A bill filed Thursday in the Arkansas legislature seeks to prevent women from having a drug-induced abortion administered by a doctor via telemedicine. Two Republican women, state Senator Missy Irvin of Mountain Home and state Representative Julie Mayberry of East End, sponsored the legislation requiring a doctor to be physically present when a woman takes Mifepristone (RU-486). The attending physician must also attempt to make a follow-up appointment.
Abortion through video teleconferencing is currently not available in Arkansas, but Representative Mayberry said that doesn’t mean it shouldn’t be legislated as it is in 16 other states.
“We want to make sure that we stop it before it starts. It’s so much easier to prevent bad medicine than it is to stop it after it’s started,” said Mayberry.
However, Mayberry said she doesn’t believe telemedicine is necessarily bad for health care. She contends abortion warrants a separate set of rules.
“I think that it’s a special type of procedure. I’m not against all telemedicine, certainly it allows some of our rural areas to get some medical attention that might need it but this procedure you really need to have a doctor around for,” said Mayberry.
Arkansans at this time can only receive abortion services in Little Rock and Fayetteville.
A similar bill failed in 2013, but this year’s legislature has expanded Republican majorities that could give it more support. It already has over 50 co-sponsors.
The previous governor, term-limited Democrat Mike Beebe, used his veto powers in 2013 on legislation restricting abortions – including a ban on abortions at 12 weeks that has since been ruled unconstitutional. This year a Republican governor sits in office but Governor Hutchinson said he’d have to wait before explicitly endorsing Mayberry and Irvin’s bill.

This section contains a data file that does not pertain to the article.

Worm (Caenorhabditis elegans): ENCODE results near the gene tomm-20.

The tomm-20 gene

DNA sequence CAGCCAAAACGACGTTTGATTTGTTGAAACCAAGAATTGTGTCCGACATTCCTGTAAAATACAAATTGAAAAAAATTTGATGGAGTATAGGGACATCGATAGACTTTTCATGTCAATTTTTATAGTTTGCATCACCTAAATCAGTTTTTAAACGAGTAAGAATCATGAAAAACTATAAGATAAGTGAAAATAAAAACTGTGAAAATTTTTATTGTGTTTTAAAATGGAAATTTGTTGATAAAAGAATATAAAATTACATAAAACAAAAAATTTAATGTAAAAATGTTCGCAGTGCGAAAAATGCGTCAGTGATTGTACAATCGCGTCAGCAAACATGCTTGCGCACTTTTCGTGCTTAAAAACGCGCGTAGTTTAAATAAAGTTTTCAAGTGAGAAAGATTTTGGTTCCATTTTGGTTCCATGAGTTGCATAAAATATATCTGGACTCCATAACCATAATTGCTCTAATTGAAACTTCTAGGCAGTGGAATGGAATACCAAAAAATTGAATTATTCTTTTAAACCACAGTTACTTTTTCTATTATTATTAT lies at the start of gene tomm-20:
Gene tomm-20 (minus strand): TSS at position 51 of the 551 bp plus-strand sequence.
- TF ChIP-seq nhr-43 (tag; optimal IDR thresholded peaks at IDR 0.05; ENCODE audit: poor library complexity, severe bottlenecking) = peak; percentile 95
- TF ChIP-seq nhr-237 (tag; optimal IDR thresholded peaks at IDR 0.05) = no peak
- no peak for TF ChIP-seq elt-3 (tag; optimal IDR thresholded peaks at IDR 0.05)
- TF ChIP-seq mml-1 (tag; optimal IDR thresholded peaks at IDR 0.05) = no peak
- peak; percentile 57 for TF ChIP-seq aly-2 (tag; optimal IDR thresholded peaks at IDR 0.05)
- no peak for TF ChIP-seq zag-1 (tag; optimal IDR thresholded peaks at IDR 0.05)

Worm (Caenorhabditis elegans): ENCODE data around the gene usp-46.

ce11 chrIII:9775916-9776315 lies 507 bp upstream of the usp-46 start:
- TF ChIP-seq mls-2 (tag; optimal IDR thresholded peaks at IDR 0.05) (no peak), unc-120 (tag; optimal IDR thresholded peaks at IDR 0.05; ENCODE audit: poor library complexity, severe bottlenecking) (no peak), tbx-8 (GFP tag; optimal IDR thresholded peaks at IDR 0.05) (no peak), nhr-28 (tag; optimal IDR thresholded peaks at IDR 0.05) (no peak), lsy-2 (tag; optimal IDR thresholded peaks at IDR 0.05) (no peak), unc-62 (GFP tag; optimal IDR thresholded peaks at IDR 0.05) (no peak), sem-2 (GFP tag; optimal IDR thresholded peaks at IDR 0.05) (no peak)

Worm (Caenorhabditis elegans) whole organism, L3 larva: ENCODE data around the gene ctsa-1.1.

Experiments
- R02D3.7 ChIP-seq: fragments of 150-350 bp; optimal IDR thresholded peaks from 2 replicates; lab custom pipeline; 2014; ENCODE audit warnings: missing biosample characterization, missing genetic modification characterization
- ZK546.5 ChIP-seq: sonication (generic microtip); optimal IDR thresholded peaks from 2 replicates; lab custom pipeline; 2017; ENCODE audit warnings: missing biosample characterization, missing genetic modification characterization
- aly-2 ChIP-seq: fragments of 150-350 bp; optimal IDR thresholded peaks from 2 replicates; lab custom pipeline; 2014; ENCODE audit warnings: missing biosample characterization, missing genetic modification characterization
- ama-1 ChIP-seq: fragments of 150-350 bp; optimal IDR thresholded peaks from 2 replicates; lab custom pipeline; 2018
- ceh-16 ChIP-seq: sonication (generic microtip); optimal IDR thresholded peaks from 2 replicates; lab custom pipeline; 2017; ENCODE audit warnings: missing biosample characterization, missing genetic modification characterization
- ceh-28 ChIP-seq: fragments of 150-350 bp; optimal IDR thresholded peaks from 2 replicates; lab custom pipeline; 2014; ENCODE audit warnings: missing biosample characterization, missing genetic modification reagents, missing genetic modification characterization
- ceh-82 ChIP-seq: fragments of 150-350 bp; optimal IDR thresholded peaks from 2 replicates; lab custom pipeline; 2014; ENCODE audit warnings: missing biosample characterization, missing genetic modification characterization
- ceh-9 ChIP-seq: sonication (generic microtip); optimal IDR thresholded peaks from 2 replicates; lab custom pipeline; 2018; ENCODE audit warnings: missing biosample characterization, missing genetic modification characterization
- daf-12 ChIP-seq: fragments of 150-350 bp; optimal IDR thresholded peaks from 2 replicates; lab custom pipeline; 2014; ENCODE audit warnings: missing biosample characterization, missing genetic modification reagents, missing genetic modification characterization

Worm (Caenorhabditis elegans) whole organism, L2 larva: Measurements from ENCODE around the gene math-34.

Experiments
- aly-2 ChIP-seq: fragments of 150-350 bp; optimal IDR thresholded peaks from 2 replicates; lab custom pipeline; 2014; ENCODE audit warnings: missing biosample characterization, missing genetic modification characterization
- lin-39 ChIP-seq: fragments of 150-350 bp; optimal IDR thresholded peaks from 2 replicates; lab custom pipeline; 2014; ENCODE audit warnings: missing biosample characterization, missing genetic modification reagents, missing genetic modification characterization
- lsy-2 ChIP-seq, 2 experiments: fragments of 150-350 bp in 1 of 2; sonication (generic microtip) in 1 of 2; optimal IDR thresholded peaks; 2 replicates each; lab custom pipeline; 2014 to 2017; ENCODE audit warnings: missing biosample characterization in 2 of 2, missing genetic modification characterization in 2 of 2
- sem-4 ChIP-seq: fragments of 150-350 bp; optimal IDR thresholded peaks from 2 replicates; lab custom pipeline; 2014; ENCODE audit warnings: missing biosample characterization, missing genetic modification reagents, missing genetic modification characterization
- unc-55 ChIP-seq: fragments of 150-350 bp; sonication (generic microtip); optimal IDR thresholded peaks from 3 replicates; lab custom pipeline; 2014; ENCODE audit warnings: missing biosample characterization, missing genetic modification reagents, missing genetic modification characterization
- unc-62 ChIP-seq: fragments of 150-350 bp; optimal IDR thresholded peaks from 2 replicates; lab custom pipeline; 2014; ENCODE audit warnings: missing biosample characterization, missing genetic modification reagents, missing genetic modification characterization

“I haven’t read the legislation yet. Certainly I’m pro-life and so we’ll look at it very favorably but I want to look at that,” said Hutchinson.
Mayberry said she’s confident the governor will be a vocal advocate of the bill and others like it.
“He’s been part of the pro-life movement for many, many years and will be a speaker at the March for Life this weekend. Obviously it’s something he feels is important or he wouldn’t be our keynote,” said Mayberry.
One week after a planned pro-life rally at the Capitol, a pro-choice crowd is planning to gather in the same place. But unlike the case for pro-life supporters, Democratic Minority Leader Eddie Armstrong said there is not a unified political party advocating for the defeat of legislation limiting abortions.
“We as a caucus have not taken a firm position as a whole. It has been advised over the last six months that on certain issues we understand that certain members, due to the makeup of our state, will have to vote their district. And that’s what they should do.” Armstrong went on to say that he won’t be using his position to pressure members either way, “What they do is understandable and as their leader I fully respect that and have no qualms with that,” said Armstrong.
The state representative from North Little Rock has regularly voted to protect access to abortion but said even if Democrats did make a full-force stand their status in the minority would likely preclude a meaningful impact.
“In the Public Health committee where this bill may be taken up, it is not a committee where we really have a standing chance to defend or beat back this bill,” said Armstrong.
But Armstrong said it is possible a Democrat might make a point of defending reproductive rights as they exist now, "It's too early to call, you just never know. We've got some members of our caucus that are a bit more liberal than other, a little bit further left than others, and if that should come up in future caucus meetings we will address that as it comes," said Armstrong.
The bill, HB1076, will likely be followed by others designed to restrict abortion. The conservative Christian advocacy group Arkansas Family Council has already released half a dozen bills they hope to have carried during the legislative session.